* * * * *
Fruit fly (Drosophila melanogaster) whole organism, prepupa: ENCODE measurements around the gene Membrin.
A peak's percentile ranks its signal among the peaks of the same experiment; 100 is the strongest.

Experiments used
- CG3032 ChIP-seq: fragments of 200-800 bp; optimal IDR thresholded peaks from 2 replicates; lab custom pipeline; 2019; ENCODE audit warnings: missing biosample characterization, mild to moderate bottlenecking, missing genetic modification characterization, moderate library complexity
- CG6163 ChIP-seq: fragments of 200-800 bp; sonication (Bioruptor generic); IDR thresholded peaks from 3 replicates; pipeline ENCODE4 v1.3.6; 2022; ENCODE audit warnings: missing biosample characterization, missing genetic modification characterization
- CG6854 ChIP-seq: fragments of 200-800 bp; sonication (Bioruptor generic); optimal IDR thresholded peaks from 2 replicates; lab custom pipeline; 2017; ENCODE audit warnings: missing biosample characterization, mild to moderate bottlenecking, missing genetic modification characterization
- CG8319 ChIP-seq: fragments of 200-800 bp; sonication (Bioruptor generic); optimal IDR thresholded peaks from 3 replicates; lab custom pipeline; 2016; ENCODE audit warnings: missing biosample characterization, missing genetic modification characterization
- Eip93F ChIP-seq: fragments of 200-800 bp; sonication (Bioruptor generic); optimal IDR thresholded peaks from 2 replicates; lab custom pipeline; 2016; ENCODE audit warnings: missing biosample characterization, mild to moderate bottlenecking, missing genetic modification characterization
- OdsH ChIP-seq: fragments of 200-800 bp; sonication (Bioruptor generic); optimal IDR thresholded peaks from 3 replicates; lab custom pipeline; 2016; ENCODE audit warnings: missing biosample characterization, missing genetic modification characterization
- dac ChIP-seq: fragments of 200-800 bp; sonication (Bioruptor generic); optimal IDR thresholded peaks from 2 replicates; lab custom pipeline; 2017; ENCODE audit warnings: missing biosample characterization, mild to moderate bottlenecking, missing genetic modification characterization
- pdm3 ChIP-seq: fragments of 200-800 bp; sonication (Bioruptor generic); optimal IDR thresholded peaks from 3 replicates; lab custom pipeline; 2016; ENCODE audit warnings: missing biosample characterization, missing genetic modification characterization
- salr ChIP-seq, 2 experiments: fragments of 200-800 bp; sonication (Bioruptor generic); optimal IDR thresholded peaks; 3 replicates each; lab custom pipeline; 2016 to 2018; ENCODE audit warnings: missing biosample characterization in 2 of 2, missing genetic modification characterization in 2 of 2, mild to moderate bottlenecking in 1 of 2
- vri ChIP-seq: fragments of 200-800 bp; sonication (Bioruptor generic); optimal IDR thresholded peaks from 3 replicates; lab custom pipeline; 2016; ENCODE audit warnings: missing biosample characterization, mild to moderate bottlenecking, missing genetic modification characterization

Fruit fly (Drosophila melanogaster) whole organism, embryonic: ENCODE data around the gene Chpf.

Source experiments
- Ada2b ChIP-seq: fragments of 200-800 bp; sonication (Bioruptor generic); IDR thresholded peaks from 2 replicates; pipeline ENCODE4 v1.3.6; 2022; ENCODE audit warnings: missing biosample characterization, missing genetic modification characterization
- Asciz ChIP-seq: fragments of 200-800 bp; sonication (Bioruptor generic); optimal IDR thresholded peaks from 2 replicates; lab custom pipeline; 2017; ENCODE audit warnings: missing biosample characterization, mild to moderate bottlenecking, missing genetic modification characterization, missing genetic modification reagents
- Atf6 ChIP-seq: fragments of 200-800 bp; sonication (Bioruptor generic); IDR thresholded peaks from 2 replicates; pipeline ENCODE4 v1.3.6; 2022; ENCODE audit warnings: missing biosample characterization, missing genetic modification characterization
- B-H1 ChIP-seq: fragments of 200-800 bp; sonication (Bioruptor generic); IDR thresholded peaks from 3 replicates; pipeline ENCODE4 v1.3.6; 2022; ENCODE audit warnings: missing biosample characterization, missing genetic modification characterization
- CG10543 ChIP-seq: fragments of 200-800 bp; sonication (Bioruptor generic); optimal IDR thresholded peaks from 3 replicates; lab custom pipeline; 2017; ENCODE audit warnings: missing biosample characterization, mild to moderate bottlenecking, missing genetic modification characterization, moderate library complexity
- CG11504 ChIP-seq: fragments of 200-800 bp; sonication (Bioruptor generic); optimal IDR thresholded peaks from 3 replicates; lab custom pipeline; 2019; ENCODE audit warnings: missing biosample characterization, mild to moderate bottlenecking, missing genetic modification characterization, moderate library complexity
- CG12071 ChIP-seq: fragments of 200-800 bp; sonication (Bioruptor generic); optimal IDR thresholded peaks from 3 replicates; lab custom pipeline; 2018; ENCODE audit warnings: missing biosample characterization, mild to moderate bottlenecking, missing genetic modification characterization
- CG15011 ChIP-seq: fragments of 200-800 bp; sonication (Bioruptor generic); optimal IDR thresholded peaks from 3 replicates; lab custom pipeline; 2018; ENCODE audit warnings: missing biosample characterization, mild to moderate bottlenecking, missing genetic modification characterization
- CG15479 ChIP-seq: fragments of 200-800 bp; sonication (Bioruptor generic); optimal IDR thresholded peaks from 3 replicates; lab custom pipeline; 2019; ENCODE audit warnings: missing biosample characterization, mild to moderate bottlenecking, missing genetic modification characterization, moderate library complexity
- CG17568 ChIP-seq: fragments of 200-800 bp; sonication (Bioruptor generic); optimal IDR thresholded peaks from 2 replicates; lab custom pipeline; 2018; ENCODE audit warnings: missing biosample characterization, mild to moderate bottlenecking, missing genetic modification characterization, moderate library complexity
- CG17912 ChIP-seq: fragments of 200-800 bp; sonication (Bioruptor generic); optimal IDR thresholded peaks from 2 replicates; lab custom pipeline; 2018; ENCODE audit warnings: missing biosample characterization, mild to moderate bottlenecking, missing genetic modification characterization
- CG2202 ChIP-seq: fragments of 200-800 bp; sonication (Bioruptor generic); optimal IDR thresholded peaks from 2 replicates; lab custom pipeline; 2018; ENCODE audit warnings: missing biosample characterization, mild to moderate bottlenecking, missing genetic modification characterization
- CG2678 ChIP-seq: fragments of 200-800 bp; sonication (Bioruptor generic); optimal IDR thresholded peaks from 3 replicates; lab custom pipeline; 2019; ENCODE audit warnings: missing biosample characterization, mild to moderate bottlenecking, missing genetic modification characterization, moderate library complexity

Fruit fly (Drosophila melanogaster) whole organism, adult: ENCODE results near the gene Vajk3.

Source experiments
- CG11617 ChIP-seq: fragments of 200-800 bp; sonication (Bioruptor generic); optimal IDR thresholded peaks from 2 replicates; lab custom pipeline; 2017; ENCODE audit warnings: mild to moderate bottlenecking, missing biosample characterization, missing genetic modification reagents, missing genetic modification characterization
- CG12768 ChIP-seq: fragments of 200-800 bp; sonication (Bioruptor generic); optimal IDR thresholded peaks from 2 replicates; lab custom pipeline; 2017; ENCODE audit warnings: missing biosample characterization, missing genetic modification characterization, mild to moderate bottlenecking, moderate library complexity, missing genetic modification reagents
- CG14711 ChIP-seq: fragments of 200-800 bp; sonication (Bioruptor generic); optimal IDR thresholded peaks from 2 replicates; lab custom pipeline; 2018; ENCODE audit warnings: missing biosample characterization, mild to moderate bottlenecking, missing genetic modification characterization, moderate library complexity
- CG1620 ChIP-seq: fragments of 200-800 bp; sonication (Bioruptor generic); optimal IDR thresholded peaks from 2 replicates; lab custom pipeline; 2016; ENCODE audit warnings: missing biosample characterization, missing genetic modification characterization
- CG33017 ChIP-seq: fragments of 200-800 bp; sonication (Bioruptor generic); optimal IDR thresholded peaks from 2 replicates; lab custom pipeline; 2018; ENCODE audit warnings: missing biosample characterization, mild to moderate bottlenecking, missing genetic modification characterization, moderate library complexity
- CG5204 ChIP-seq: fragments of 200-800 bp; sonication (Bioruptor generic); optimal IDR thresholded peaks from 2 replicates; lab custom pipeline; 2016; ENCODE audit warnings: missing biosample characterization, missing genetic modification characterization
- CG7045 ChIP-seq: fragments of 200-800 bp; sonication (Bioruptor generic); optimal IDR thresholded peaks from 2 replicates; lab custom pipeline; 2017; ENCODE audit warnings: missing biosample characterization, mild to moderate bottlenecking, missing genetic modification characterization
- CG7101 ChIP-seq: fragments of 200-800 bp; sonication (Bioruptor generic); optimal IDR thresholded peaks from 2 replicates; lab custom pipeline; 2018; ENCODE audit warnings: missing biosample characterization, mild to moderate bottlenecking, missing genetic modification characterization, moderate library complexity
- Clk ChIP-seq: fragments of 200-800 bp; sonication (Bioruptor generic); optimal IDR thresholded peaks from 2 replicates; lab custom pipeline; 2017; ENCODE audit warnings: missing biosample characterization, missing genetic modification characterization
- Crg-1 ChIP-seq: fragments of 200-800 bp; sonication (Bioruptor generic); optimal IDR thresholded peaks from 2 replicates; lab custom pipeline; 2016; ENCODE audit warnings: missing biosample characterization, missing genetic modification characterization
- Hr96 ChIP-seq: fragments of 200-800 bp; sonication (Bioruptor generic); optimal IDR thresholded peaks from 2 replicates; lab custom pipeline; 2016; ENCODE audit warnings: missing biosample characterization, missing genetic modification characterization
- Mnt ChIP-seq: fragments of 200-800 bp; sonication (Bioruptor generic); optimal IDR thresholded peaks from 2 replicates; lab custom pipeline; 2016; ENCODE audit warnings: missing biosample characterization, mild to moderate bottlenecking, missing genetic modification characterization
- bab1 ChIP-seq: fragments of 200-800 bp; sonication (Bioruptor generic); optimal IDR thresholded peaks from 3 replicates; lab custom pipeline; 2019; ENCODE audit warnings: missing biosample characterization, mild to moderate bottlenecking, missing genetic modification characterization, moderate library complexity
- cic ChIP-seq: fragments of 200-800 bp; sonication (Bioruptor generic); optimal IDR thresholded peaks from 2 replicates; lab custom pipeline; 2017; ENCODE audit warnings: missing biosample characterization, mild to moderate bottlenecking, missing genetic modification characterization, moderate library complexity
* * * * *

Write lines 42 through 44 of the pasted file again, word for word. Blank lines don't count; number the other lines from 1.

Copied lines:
- Mnt ChIP-seq: fragments of 200-800 bp; sonication (Bioruptor generic); optimal IDR thresholded peaks from 2 replicates; lab custom pipeline; 2016; ENCODE audit warnings: missing biosample characterization, mild to moderate bottlenecking, missing genetic modification characterization
- bab1 ChIP-seq: fragments of 200-800 bp; sonication (Bioruptor generic); optimal IDR thresholded peaks from 3 replicates; lab custom pipeline; 2019; ENCODE audit warnings: missing biosample characterization, mild to moderate bottlenecking, missing genetic modification characterization, moderate library complexity
- cic ChIP-seq: fragments of 200-800 bp; sonication (Bioruptor generic); optimal IDR thresholded peaks from 2 replicates; lab custom pipeline; 2017; ENCODE audit warnings: missing biosample characterization, mild to moderate bottlenecking, missing genetic modification characterization, moderate library complexity